15. If you have any love of Irish drama or Irish dramatists, you need to read this. I've been kicking myself for years for never having seen the original performance, though I had no idea this translation of the play existed until I was, well, not in high school like I was in 1990. Heaney has proved himself a fine translator. Tackling both Beowulf and Sophocles is no task for a coward. In this translation of the play, we find Philoctetes as a possible symbol for the injured nationalist Ireland--trul [...]


    16. Strong, strong version of Sophocles’s drama of the abandoned Philoctetes, archer extraordinaire, left behind on the way to Troy because a snake had bitten his foot and left him deranged with pain. Odysseus and Achilles’s son come on a mission to bring his bow and arrows to Troy because a seer had prophesized that the city won’t fall until Neoptolemus takes to the battlefield with Philoctetes’s weapons. Odysseus, the man of guile, and Neoptolemus, a guileless man, are an odd pair for the [...]


    17. Saw this at the Seattle Repertory Theater last night. I may be a sucker for Greek Tragedy - I am - but I loved it, and through the production was really well done and effective, and that Boris McGiver (who plays everybody's nightmare boss in season four of The Wire) was right on as poor old Philoctetes (again, Wire fans can think of him as sort of like Bubbles - completely undeserving of his crappy life). I had really good catharsis at a few different scenes, which is the point of all this, or s [...]


    18. What a marvelous exploration of hurt, injury, anger and forgiveness. If you have a chance and want a different perspective on how we move from past & present injustice to work for a better future, you might want to read this play.Of course, given his experience coming of age in Ulster and living through the long history of the Troubles, one must see that this play is quite pertinent to Northern Ireland as it began the first small steps towards the peace process. The cry of the chorus for the [...]


    19. I just read this play for the first time and loved it. And for anyone who doubts Seamus Heaney is the man:"Human beings suffer,They torture one another,The get hurt and get hard.No poem or play or songCan fully right a wrongInflicted and endured.History says, Don't hopeOn this side of the grave.But then, once in a lifetimeThe longed-for tidal wave Of justice can rise up,And hope and history rhyme.So hope for a great sea-changeOn the far side of revenge.Believe that a further shoreIs reachable fr [...]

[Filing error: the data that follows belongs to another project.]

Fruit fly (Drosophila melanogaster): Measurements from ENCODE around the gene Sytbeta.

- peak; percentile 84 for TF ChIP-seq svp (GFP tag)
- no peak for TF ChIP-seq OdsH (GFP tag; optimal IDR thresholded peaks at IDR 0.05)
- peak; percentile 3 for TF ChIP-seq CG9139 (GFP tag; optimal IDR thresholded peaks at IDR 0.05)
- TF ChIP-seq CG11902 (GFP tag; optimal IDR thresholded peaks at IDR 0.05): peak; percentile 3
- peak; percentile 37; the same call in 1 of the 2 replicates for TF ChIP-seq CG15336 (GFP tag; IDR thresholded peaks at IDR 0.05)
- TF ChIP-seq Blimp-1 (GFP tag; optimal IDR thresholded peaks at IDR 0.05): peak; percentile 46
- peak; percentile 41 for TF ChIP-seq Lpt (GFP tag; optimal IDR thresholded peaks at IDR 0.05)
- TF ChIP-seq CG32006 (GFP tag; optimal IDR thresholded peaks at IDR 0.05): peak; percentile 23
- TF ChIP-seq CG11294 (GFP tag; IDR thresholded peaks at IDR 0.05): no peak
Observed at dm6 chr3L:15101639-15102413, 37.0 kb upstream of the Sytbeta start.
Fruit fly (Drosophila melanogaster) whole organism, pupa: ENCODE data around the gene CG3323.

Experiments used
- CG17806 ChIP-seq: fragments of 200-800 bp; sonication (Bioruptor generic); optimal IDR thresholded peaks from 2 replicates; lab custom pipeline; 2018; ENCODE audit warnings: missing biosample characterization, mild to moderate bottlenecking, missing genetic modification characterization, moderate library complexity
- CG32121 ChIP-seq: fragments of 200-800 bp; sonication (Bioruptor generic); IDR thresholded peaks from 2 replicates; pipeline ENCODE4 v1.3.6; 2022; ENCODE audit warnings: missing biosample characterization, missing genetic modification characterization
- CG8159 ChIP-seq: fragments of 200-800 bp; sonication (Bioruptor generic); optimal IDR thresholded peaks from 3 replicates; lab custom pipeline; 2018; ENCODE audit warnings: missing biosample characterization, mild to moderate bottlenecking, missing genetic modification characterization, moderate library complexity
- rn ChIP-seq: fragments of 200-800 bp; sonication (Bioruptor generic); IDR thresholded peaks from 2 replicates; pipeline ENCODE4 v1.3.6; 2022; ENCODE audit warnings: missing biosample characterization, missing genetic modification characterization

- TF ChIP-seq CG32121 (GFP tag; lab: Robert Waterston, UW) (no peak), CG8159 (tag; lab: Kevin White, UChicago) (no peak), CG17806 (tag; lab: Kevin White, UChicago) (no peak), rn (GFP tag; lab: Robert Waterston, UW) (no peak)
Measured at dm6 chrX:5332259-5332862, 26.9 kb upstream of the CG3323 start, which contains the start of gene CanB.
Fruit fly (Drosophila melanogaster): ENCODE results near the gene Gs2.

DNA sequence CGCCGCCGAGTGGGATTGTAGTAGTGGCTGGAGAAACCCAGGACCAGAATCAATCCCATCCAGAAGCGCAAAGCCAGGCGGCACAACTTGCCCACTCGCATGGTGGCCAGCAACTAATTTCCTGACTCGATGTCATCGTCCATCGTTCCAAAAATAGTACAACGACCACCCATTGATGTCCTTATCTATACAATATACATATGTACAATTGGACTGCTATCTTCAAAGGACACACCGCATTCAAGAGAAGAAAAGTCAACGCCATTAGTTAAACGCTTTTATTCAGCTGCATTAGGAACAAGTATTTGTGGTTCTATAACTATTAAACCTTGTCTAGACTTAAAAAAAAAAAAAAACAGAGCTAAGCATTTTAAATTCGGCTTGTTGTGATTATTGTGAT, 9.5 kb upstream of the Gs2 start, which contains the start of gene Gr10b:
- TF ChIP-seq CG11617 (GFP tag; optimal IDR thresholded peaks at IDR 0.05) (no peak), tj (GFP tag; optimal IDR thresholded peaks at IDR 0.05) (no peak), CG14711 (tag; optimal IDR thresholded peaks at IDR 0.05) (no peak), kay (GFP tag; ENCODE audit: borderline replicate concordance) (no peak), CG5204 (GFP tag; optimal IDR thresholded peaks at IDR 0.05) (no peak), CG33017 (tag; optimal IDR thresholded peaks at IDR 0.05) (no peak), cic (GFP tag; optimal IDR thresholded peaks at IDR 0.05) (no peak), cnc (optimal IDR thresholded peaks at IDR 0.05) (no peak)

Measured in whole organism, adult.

20. Heaney's version, in play form, is the story of Philoctetes. Philoctetes sailed with the Greeks to Troy but received a foot wound along the way. The wound and his resulting painful wailing was so distracting the Greeks marooned Philoctetes on the island of Lemnos and forgot about him until nearly the end of the Trojan war when they realized they needed him and his bow to finally defeat the Trojans. So the Greeks send Odysseus and Neoptolomus (Achille's son) to retrieve the bow. It was a fairly q [...]


    21. The interpretation/translation of this play brings the characters closer to life than in the original. (This is not to say that it is better than the original translations). In this version Philoctetes comes across as a bigger pain in the ass than in the original, Neoptolemus as old fashioned with outdated ideals and Odysseus as the representative of the "new" man that embodies the qualities needed to succeed in the "new" world.


    22. Heaney points out that this isn't really a translation of Philoctetes, more like a version. I suppose this is true in that it isn't a close, literal translation. The result is a more flat and wily Odysseus. And a more sensitive Neoptolemus. And, as though it were even possible, a more bitter Philoctetes. You can almost smell the wound in the Heaney.


    23. Human beings sufferthey torture one anotherthey get hurt and get hardno poem, play or songcan fully right a wronginflicted and endured.My friend Will Gressman played Philoctetes, he had an injured foot too, the timing was just brilliant.I was the Chorus, a chorus of one weird, ain't it?


    24. Plays are always difficult as literature and this is no different. Opens powerfully and closes with sequences that save a rather pedestrian middle. The "Human beings suffer" passage is a small miracle.


    25. A quick and easy read, written by my favorite poet. I saw a list of Bill Clinton's Five Favorite Books once, and this one was on there, otherwise I may have never found this book. It's a retelling of a fifth century BC story about a soldier and an invincible bow



    26. Some nice turns of phrase towards the end. I'm a Sophocles fan, but I might not have read this if it weren't retold by Heaney.